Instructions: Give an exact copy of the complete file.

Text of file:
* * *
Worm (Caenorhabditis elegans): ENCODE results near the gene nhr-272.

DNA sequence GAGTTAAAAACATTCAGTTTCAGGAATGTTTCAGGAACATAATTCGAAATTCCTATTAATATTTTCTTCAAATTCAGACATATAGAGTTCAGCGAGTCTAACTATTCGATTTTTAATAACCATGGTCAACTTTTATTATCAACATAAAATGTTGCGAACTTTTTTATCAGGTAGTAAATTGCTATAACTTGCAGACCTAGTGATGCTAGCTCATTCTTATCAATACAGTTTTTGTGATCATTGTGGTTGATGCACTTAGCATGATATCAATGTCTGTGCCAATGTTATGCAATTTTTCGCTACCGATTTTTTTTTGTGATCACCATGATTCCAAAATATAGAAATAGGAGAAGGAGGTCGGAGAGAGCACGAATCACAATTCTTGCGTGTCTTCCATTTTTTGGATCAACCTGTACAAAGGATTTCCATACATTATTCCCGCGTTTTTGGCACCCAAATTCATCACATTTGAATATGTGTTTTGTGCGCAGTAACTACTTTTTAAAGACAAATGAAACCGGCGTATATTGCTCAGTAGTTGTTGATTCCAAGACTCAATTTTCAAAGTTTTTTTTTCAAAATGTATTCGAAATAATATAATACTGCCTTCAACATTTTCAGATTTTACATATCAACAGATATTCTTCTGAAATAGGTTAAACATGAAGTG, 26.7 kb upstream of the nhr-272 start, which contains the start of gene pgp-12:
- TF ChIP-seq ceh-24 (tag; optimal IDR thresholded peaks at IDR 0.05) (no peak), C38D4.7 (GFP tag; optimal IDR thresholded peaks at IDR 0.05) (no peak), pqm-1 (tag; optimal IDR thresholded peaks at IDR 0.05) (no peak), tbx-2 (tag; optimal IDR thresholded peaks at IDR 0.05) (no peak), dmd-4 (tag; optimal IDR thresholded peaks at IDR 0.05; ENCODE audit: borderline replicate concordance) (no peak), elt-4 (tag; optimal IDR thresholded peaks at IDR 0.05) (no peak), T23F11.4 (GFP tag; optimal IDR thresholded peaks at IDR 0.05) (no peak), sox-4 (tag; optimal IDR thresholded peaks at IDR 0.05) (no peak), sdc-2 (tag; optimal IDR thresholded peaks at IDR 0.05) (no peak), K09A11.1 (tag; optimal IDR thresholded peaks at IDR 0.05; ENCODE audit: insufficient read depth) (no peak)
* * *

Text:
Worm (Caenorhabditis elegans): ENCODE results near the gene nhr-272.

DNA sequence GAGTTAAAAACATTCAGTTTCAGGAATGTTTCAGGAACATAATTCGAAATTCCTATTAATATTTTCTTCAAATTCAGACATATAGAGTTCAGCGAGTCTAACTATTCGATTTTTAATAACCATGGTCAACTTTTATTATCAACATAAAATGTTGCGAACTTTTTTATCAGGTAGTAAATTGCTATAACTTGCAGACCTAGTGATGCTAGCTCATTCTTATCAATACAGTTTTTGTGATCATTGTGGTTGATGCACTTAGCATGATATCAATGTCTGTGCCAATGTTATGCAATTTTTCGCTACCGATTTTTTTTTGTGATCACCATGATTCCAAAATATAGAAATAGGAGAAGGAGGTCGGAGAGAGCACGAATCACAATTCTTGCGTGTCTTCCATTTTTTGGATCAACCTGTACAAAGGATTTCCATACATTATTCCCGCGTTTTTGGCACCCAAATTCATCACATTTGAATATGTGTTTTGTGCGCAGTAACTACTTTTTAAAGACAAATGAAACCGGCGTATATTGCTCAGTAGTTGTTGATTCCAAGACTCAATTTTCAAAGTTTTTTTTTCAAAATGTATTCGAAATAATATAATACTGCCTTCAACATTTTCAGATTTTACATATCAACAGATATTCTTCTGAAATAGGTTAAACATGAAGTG, 26.7 kb upstream of the nhr-272 start, which contains the start of gene pgp-12:
- TF ChIP-seq ceh-24 (tag; optimal IDR thresholded peaks at IDR 0.05) (no peak), C38D4.7 (GFP tag; optimal IDR thresholded peaks at IDR 0.05) (no peak), pqm-1 (tag; optimal IDR thresholded peaks at IDR 0.05) (no peak), tbx-2 (tag; optimal IDR thresholded peaks at IDR 0.05) (no peak), dmd-4 (tag; optimal IDR thresholded peaks at IDR 0.05; ENCODE audit: borderline replicate concordance) (no peak), elt-4 (tag; optimal IDR thresholded peaks at IDR 0.05) (no peak), T23F11.4 (GFP tag; optimal IDR thresholded peaks at IDR 0.05) (no peak), sox-4 (tag; optimal IDR thresholded peaks at IDR 0.05) (no peak), sdc-2 (tag; optimal IDR thresholded peaks at IDR 0.05) (no peak), K09A11.1 (tag; optimal IDR thresholded peaks at IDR 0.05; ENCODE audit: insufficient read depth) (no peak)